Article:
Gluesenkamp Perez Statement On Farm Bill Markup Vote

May 24, 2024
Rep. Gluesenkamp Perez highlights local producers’ Farm Bill priorities.

Today, Rep. Marie Gluesenkamp Perez (WA-03) released the following statement regarding her vote to not advance the Farm Bill from the House Agriculture Committee:

“Across Southwest Washington, it’s getting more difficult for small, family farms to be passed down through generations – and worsening extreme weather events are only making farmers’ jobs harder. Working families are also experiencing high grocery costs that stand in the way of putting healthy food on the table. 

Unfortunately, the Farm Bill proposed today would slash programs to ease these crises for farmers and families – so I voted against advancing it out of the House Ag Committee.

Southwest Washington is home to small farms and timber operations, and we grow one of the highest amounts of aquaculture production across the country. I’ve traveled across our district to visit family farms and hold listening sessions – and I’ve been advocating for a bipartisan Farm Bill that represents our diverse interests and strengthens rural economies.

I submitted a comprehensive list of Farm Bill priorities that reflect what I heard from local growers, discussed this bill with colleagues from across the aisle, and introduced legislation like the PACA Act. Nevertheless, priorities of our local growers have been left out while vital programs have taken historic cuts.

Farmers are facing increasingly challenging growing conditions amid extreme heat and drought, and have asked me to support the USDA programs that help them improve climate resiliency and protect their bottom line. Demand for these resources is already dramatically outpacing what’s available – and this legislation would roll back support for climate-smart practices farmers rely on and are calling for.

More than 42,000 households across our district rely on SNAP to put food on the table – and today’s bill would result in the largest cut to the program in three decades. Rural communities like mine are more likely to enroll in the program than urban areas, and 23 percent of SNAP funding benefits rural communities. Additionally, nearly half of the households enrolled in SNAP include children. Policies that hurt family farmers hurt rural families.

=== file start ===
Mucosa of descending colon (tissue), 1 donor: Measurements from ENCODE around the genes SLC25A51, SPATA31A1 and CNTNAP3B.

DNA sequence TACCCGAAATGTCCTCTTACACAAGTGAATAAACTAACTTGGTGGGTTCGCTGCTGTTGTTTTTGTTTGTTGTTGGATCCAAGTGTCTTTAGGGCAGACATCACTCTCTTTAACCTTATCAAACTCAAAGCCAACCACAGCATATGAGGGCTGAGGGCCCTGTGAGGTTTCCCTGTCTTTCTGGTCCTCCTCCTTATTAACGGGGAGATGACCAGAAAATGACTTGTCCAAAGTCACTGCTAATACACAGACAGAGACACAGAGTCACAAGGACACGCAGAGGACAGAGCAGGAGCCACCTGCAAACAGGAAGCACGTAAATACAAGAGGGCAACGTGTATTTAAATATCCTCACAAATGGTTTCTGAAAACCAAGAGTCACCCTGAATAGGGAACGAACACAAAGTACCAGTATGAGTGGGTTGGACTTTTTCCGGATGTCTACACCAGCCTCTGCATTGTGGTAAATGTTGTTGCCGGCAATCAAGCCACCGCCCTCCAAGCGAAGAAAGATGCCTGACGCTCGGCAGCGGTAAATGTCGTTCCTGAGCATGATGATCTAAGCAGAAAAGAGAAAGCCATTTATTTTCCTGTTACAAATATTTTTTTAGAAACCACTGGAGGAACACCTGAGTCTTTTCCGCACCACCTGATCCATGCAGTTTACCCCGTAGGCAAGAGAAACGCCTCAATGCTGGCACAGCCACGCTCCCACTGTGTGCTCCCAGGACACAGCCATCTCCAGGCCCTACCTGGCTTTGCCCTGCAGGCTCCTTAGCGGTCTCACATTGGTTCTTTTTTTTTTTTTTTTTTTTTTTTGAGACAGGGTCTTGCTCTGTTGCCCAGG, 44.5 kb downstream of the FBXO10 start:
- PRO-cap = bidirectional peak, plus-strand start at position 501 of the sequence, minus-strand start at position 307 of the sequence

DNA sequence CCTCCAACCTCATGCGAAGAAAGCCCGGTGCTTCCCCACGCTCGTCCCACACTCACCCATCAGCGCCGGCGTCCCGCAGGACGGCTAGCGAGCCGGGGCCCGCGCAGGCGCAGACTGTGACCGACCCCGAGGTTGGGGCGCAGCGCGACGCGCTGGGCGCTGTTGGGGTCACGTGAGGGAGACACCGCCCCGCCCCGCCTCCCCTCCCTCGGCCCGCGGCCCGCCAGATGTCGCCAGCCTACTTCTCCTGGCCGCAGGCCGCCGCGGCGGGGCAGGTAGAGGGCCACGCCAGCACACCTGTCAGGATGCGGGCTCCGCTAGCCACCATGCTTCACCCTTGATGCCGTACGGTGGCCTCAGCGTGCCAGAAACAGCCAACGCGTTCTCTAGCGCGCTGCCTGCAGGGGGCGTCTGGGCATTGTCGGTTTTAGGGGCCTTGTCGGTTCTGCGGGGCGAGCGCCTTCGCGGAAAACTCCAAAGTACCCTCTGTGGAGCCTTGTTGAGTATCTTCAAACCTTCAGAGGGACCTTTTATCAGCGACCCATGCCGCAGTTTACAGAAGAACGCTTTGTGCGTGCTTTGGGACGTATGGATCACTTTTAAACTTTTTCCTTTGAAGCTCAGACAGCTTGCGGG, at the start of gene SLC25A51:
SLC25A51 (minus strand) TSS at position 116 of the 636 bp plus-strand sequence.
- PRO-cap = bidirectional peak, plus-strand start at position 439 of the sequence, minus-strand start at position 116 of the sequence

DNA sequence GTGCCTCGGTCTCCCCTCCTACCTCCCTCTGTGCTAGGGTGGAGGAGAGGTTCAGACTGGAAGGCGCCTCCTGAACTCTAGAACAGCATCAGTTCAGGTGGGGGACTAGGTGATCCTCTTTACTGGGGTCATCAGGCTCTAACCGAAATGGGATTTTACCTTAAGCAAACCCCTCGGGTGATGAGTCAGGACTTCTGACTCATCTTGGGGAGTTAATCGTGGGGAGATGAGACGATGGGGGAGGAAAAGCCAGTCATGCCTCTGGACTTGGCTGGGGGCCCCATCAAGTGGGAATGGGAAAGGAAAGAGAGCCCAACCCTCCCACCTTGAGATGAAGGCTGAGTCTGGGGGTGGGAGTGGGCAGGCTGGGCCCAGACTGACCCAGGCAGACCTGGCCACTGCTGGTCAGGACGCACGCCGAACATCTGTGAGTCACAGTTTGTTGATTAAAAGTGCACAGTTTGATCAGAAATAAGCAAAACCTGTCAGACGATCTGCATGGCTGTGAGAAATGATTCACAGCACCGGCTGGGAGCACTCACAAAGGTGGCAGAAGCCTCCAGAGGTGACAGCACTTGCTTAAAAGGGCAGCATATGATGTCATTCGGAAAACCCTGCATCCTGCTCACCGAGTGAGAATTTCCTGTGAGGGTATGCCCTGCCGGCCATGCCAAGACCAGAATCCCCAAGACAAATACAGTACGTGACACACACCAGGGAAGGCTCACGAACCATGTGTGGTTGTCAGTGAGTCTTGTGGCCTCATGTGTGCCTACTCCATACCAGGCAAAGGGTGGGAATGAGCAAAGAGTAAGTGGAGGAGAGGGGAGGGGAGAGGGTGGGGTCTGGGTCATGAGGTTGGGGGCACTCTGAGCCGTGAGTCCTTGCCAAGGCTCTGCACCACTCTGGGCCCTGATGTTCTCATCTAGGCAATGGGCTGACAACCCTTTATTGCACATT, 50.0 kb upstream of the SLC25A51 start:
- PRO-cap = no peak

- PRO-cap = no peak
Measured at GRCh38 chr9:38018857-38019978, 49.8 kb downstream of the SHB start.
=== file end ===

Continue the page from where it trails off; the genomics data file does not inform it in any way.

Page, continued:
Today’s legislation would put family farms at risk to climate-related challenges and take food off the table for families saddled with high costs. I look forward to working with my colleagues in the Senate and across the aisle on a bipartisan Farm Bill that reflects the priorities of Southwest Washington producers.”

The following are Rep. Gluesenkamp Perez’s full committee remarks, and they can be viewed here:

“My district is home to over a million acres of privately-held timberland, so I’d like to thank the Committee for their work in supporting paper mills and paper products with the reams of paper we have here in front of us.

My Congressional district is truly a perfect microcosm of Washington state agriculture. We are mostly small or very small diversified farms that grow blueberries and hazelnuts, raise poultry, produce eggs and dairy, and grow and sell the sixth-highest amount of aquaculture by Congressional district.

As I mentioned, we’re also home to over a million acres of private forestland and a complex, interdependent web of mills that process the public and private timber that builds our houses and underpins our rural economies. 

Last year, I hosted a lot of listening sessions with farmers. I visited many small and local farms across my district. I worked hard to listen and represent their values and priorities in effecting a bipartisan farm bill. Many of the priorities point to the need to empower farmers and foresters with the tools and resources they need to respond to a constantly-changing climate where extreme heat and drought are making their jobs harder than ever.

What are my cranberry growers supposed to do when it’s 65 degrees one day and 100 degrees the next?

This week, a third-generation dairy farmer from my district wrote an op-ed about the critical need for federal support of climate-oriented programs at the USDA.

Maynard writes, “Climate-smart programs put farmers at an advantage of being able to help themselves, their farms and the environment all in one package.”

But this Farm Bill makes accessing these types of practices more challenging. I’ve sent letters outlining the priorities of my farmers and producers, introduced bipartisan marker bills, and met with Chairman Thompson many times to discuss this bill as it was being put together.

And despite all of this, many of my constituents’ priorities have been left out, while vital programs have taken historic cuts. Generational farms and producers in my district need to be at the table – not on the menu. 

I cannot in good conscience support pitting hungry seniors against rural schools and dairymen like Maynard and his son Jack. I can’t ask them to fight for scraps when their interests should have been fundamental to the base text.

It’s not acceptable to me. 

And if a $30 billion cut to SNAP wasn’t enough, this bill takes an additional swipe to undermine the public servants who work tirelessly to ensure their community is connected to the benefits they deserve.

I look forward to working with our colleagues in the Senate on a bipartisan bill that reflects the best of what we can achieve. Let’s keep our community at the core of our work today. I hope that we do not devolve into personal attacks.

I urge us all to remember 1 Corinthians 13: If I speak with tongues of angels and men, if I understand all mysteries, if I understand all knowledge, if I have faith to move mountains, but I don’t have love, I am nothing. And I hope that that love is what guides us, that brings us to a better bipartisan Farm Bill.”

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